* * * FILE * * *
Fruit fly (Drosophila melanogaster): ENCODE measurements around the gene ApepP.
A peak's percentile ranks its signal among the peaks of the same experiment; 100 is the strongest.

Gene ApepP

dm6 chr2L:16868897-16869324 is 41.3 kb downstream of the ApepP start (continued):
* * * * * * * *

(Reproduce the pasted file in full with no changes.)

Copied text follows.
Fruit fly (Drosophila melanogaster): ENCODE measurements around the gene ApepP.
A peak's percentile ranks its signal among the peaks of the same experiment; 100 is the strongest.

Gene ApepP

dm6 chr2L:16868897-16869324 is 41.3 kb downstream of the ApepP start (continued):